One might ask how is God generous? Some pastors today love to espouse what is called the prosperity gospel. They preach that you should not be happy with what you have; you should strive for more, more money, more job responsibility, a larger home, a bigger car. Believe God for more! Maybe that is God being generous. I will have more money, more things in my life.
Personally, I don’t think that is what the Scripture means. God controls everything in this world and good abounds all around. God’s goodness is in the meals we eat, the pleasure we get from playing the piano. God can give pleasure in the sink we wash our face in, the light switch we flip to turn on the lights and the door that keeps out the cold. God is good when He allows the sun to shine in the back door of my home in the morning. He is good in the restful sleep that I get at night. When I feel good as I walk through my home, I feel His goodness in the ability to walk, especially when the steps are pain free. Packer states that “everything that sustains and enriches life, is a Divine gift.”
Too often we get caught up in the magnificent goodness of God and we miss the small goodness we can experience throughout the day. The Bible is full of extraordinary examples of God’s goodness. Look no further than Psalm 107 when God delivers the helpless Israelites from their enemies, God shields them from the shadow of death when they rebel against Him, God heals them from diseases when they disregard Him and God protects voyagers by stilling a storm when their ship is in danger of sinking.
Surely God is capable of all types of goodness on a large scale and I can point to times in my life when I know He has done big things for me, but I want to see God’s goodness daily, several times each day. All I have to do is open my eyes, attend to what I have around me, and marvel in the abilities that He gives me to live my life. Truly we don’t appreciate what we have and we don’t give God the credit for giving what we have. The world’s focus is on acquisition and working hard to acquire more. We want the credit for what we have; we don’t want to give it to God. Spend some time with a woman who cannot breathe and you will be thankful to God for your breath. Spend some time with a person who is homeless and you will thank God for your home, your heating system and the furniture you enjoy. Spend some time with a grieving spouse and be thankful that God has given you a person to share your life with.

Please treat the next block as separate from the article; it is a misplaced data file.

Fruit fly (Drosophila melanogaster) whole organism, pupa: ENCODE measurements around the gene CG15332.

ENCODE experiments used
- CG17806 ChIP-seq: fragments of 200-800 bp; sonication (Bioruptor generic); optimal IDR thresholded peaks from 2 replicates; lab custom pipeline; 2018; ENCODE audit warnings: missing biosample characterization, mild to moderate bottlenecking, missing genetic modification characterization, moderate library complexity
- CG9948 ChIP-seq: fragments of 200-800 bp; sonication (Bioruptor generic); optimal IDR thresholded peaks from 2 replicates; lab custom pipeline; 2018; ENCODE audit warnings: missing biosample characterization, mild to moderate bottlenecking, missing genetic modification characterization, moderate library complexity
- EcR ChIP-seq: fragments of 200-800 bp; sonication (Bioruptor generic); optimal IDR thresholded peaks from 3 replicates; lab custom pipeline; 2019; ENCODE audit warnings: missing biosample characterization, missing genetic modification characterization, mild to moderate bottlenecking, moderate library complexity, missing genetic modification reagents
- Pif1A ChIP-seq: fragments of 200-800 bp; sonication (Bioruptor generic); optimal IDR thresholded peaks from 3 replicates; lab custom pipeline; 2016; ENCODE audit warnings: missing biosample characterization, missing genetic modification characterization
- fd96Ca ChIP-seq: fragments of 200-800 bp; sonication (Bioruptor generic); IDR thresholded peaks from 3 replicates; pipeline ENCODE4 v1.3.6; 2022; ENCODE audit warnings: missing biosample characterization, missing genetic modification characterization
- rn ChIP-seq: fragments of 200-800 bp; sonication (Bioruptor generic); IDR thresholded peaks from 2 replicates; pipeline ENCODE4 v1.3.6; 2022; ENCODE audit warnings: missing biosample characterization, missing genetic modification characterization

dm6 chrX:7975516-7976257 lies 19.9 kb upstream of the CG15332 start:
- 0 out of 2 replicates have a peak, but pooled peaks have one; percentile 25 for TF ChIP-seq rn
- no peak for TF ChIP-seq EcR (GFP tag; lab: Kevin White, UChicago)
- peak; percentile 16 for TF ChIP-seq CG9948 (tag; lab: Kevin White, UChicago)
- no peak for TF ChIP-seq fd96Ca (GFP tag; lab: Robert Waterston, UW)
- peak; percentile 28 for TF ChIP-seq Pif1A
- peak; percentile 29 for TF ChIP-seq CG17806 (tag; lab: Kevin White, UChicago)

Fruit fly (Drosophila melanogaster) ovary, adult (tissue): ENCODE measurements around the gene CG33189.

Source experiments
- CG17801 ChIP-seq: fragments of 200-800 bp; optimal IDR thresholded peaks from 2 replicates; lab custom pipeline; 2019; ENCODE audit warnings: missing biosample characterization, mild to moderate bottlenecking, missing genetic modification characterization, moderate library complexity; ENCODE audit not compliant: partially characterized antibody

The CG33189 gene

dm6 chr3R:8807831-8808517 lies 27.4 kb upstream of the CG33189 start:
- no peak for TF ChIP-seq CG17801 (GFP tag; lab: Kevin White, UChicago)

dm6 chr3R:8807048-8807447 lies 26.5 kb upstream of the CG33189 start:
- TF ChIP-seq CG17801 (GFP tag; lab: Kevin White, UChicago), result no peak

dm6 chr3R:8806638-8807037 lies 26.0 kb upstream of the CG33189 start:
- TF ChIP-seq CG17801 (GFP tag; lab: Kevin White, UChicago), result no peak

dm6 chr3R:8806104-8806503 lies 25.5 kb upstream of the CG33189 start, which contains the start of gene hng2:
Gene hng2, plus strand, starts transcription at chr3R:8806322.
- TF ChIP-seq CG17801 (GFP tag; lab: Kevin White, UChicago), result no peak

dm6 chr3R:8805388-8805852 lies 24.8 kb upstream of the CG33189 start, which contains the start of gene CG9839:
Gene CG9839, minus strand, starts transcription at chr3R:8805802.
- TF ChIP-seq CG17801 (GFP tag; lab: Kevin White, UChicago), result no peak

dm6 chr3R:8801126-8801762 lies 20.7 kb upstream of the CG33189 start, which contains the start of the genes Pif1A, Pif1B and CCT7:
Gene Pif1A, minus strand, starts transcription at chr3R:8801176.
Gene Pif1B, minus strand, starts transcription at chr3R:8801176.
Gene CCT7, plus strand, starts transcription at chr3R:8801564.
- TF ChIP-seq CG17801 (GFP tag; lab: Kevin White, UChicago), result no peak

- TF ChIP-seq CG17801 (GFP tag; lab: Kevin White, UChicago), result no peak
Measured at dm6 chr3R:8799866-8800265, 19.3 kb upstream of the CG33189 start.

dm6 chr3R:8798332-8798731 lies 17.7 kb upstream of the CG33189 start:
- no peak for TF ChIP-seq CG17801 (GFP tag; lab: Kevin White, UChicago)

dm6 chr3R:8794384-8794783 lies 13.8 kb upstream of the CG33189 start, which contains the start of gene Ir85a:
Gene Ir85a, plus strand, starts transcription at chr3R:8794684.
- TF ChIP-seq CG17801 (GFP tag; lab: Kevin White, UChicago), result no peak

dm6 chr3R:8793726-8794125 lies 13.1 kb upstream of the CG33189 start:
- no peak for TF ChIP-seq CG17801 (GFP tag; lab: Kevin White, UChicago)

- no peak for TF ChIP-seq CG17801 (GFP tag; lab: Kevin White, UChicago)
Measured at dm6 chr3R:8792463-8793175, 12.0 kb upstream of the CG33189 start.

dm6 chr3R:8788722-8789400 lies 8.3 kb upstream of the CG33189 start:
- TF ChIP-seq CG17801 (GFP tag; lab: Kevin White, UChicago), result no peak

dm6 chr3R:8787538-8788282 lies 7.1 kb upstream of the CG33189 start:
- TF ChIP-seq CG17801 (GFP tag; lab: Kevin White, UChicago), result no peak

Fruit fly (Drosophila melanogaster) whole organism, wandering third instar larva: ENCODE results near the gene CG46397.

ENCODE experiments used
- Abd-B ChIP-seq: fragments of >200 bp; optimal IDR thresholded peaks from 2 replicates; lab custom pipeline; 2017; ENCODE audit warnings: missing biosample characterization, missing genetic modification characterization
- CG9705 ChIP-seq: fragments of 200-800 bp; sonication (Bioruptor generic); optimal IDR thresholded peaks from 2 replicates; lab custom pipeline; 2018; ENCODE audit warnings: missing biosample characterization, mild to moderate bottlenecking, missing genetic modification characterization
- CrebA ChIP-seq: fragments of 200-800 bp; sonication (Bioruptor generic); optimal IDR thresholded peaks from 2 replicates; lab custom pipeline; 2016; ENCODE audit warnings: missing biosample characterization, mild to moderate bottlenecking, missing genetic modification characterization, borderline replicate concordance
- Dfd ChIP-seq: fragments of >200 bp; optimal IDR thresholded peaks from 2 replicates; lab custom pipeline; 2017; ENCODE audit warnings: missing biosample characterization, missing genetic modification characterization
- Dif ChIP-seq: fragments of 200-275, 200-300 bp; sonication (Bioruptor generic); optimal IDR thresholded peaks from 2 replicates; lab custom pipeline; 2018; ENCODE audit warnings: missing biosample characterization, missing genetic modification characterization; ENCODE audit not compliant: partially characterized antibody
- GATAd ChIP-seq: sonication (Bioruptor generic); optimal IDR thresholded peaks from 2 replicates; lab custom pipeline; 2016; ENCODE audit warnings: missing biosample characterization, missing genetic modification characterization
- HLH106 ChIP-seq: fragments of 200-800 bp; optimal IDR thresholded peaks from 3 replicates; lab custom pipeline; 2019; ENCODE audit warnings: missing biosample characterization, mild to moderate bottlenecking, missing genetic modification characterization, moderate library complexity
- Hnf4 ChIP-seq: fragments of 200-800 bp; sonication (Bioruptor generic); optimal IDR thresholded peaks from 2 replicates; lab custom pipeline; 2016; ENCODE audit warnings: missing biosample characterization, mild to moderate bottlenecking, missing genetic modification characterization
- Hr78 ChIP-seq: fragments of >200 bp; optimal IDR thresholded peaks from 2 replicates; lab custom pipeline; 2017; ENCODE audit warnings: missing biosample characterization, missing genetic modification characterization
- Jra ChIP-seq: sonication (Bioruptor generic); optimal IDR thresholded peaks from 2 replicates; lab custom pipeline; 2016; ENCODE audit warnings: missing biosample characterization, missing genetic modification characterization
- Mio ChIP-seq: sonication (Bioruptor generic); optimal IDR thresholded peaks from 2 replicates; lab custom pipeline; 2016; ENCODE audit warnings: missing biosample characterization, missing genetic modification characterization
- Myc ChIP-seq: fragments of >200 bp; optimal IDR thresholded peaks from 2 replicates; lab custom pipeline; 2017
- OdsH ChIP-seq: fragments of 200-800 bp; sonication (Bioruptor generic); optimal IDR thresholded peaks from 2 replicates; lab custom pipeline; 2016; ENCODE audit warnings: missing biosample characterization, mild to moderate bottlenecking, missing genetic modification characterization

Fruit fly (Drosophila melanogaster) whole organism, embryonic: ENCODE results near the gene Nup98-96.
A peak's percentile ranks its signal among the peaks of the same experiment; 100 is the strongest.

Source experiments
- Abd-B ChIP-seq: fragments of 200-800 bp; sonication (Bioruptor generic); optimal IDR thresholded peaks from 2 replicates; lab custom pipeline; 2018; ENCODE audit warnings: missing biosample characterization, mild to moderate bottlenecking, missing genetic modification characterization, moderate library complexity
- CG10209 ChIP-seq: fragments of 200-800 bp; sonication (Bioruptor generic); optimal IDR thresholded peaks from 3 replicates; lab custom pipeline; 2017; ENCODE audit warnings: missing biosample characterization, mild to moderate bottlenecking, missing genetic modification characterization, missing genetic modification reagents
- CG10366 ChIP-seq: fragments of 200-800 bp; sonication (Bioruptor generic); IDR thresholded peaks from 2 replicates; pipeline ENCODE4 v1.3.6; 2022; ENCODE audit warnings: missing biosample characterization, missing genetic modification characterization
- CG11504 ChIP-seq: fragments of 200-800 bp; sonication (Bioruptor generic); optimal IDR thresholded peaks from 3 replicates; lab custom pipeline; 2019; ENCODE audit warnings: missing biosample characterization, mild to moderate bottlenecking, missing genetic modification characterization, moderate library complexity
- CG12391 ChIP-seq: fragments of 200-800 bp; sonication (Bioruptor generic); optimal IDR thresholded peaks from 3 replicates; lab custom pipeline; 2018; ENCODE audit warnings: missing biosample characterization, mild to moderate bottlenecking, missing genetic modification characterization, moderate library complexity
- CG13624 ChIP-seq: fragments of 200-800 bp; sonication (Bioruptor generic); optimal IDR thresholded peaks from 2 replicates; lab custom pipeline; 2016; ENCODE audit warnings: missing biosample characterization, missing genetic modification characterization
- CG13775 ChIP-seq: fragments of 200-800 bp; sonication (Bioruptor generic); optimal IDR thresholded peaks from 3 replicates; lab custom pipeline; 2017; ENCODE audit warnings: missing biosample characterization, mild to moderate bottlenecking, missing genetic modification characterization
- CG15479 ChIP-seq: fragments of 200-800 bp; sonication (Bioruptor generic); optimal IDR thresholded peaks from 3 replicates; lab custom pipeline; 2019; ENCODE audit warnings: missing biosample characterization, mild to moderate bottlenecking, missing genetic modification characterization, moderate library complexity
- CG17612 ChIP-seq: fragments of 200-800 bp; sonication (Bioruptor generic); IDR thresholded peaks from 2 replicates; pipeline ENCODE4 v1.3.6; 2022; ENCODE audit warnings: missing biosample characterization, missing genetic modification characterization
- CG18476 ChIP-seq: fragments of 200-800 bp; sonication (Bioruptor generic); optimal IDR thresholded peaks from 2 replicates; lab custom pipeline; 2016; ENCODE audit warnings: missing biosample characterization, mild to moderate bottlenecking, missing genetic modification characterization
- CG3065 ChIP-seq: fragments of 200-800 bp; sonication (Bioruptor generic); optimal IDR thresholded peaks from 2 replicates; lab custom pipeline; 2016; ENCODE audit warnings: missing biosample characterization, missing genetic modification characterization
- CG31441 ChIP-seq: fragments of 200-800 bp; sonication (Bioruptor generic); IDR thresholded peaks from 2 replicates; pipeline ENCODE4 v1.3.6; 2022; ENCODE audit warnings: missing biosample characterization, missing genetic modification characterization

I recently had a wise woman tell me that I should take a long legal pad and start listing the gifts that God has given me. She said the exercise will cause me to hone in on the multitude of things that our good God has allowed us to have, God’s gifts. She said that the more you do this, the more you begin to realize that a good God is giving us things all day long. When you hear the beautiful birds, you realize the gift of beautiful sounds. When you turn on the water, you thank God for clean running water in your home. When you get a friendly card in the mail, you thank God for friends. The list goes on and on, page after page of the legal pad gets filled and you begin to see that truly God is a generous, good God to us all the time.
Earlier, I quoted from Exodus 34 and now I must admit that the quote was not complete. Indeed “God is a compassionate and gracious God” and He loves us all, every day in lot of big ways and small ways. At the end of Exodus 34 [6-7] the writer includes a phrase that does not support God’s goodness. It goes like this; “He does not leave the guilty unpunished.” I left it out because it does not support the goodness of God which this post is discussing; it fits the upcoming post that will deal with God’s severity.
Right now, let’s acknowledge all the goodness that God gives us. Let’s celebrate it. It is truly awesome.
“Count your blessings, name them one by one….and it will surprise you what the Lord has done.”
*2013 Pew Research statistics…
**from “Timeless Truths” free online library [accessed January 17, 2020].